A funny thing happened on the way to the comedy "Fat Beckett" making its way to the stage tonight. There wasn't a whole lot of waiting after the play jumped from Point Park University to a Bricolage reading to a Quantum Theatre outpost in Lawrenceville.
In Samuel Beckett's paragon of existentialism, "Waiting for Godot," two characters must pass the time while the unseen title character, who would seem to have the answer to all their questions, maintains his absence. "Fat Beckett" is in the spirit of Beckett's men who wait, only it's infused with the feminist spirit of its collaborators, Gab Cody and Rita Reis.
The new work takes its cue from Mr. Beckett's absurdist roots, but don't call it a parody, writer Ms. Cody said. "I always like to think of the way that I write as an homage to a genre," she said, referencing "Crush the Infamous Thing," a take on 1930s screwball comedies written with her husband, Sam Turich.
"Or a response? An inspiration?" asked Ms. Reis.
"Yes, that's right," Ms. Cody said. "Parody inevitably exists within it, but that's not what we're setting up to do. Does that seem fair to you guys?"
Ms. Reis and Mr. Turich, the director, nod from their seats at a table placed at what will be stage right for "Fat Beckett." Ms. Cody said she and Ms. Reis "had immediate complicity" when they met through a Point Park University graduate program that included studies of Beckett works.
Women are nonexistent in the world of "Godot," which was one of the inspirations for taking a feminist point of view.
"I was taking a long walk -- which we laughed about later, because Beckett is famous for being a person who took very long walks and I am a person who takes very long walks -- but I met Rita and I said, 'We should do a play called "Fat Beckett," because it would be a subversion of the fact that women can't play Godot,' " Ms. Cody said. "Fat would be woman, like the pregnant, and the round ..."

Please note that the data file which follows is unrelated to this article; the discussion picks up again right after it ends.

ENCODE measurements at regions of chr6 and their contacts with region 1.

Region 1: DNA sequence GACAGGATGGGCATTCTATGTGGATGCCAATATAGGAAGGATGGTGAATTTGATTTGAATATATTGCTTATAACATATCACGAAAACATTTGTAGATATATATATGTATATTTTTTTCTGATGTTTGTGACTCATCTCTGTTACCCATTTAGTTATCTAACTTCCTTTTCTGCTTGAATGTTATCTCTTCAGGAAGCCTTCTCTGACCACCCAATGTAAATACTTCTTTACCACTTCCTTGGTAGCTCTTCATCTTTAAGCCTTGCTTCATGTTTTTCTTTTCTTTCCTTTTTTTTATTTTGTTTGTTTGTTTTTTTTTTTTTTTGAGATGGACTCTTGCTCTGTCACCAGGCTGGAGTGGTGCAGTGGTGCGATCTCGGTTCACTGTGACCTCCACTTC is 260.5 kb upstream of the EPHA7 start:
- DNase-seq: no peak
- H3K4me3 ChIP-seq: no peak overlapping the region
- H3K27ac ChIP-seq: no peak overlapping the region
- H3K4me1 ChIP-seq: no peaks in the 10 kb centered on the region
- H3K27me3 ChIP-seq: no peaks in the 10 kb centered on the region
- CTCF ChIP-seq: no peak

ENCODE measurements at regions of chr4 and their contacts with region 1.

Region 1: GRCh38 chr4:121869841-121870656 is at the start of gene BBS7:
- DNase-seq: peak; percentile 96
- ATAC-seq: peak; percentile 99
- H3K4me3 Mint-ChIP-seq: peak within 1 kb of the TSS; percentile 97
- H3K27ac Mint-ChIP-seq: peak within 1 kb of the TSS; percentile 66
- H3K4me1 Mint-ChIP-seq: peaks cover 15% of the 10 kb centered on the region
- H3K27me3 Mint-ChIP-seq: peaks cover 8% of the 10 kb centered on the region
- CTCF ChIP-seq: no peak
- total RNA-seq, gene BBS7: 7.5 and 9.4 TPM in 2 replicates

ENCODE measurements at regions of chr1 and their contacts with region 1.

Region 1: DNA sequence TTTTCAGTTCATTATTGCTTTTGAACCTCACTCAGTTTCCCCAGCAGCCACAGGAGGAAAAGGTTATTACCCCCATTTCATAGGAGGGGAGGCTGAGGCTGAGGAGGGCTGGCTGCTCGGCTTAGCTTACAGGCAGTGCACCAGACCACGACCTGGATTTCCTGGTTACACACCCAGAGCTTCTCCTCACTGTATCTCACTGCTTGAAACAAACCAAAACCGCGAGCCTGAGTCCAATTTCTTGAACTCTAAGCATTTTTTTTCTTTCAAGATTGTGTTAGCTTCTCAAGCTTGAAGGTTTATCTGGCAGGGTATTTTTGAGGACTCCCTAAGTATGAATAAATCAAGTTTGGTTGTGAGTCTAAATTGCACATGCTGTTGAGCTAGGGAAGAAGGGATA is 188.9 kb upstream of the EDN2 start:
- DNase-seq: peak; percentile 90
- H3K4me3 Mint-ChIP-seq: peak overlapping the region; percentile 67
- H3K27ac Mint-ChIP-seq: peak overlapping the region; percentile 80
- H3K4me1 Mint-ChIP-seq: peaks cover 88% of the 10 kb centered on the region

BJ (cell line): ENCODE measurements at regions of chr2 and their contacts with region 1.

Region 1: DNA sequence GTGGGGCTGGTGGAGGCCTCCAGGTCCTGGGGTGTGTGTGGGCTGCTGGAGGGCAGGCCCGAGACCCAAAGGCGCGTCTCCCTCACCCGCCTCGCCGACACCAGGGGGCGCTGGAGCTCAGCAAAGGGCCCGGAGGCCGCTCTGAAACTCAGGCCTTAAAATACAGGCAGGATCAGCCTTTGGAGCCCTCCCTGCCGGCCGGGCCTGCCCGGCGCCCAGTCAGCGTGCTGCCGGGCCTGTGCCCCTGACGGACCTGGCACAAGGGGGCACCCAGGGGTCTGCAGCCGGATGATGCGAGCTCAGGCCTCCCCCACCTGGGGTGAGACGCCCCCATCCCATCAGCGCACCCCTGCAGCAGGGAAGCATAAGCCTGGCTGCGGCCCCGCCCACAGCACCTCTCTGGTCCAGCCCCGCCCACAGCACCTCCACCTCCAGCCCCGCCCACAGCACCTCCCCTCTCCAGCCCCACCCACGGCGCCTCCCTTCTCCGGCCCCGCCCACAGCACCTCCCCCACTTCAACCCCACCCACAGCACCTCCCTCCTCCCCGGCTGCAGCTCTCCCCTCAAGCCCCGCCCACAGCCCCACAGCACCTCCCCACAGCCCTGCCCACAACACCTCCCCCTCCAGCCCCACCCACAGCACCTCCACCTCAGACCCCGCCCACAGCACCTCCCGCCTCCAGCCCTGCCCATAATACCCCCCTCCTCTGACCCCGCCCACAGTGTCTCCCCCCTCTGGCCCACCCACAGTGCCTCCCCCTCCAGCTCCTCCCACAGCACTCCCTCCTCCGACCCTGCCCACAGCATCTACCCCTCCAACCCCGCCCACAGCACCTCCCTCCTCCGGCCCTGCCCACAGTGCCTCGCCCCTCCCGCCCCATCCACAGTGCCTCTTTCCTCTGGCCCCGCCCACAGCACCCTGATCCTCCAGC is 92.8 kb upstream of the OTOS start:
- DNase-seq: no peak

"And the abundance as opposed to the scarcity at the time in Beckett," Ms. Reis said.
Photographs of the playwright also show a lean man with hollow cheekbones, as opposed to the "fat" of the title, one of the many ways the new script plays with facts and language. In another example, the two main characters of "Godot" are replaced by female characters who are travelers.
"We thought very deeply about what was happening in the world, what was inspiring Beckett, never knowing of course, but what he was drawing from the existential provocations that were urging him on," Ms. Cody said. "We talked a lot about that, and what the female perspective must be. And we landed really early on on the idea that they must be traveling, because they are women, and they are not going to wait around."
They journey through time and space in search of their beloved goat, Biquette.
The road to Quantum was paved through the graduate program at Point Park, where the women were inspired by studies that included Beckett works, commedia dell'arte, movement and philosophy. Ms. Cody, a playwright, actor and stand-up comic, discovered a kindred spirit in Ms. Reis, an actress who came to Pittsburgh by way of Portugal and Luxembourg. Both like to laugh, and both speak fluent French, as did Mr. Beckett, who wrote "Godot" in French before translating it to English. "Fat Beckett" progressed with the guidance of adviser Robin Walsh and the support of the university, allowing the women to work with designer Kellan Andersen early in the play's development.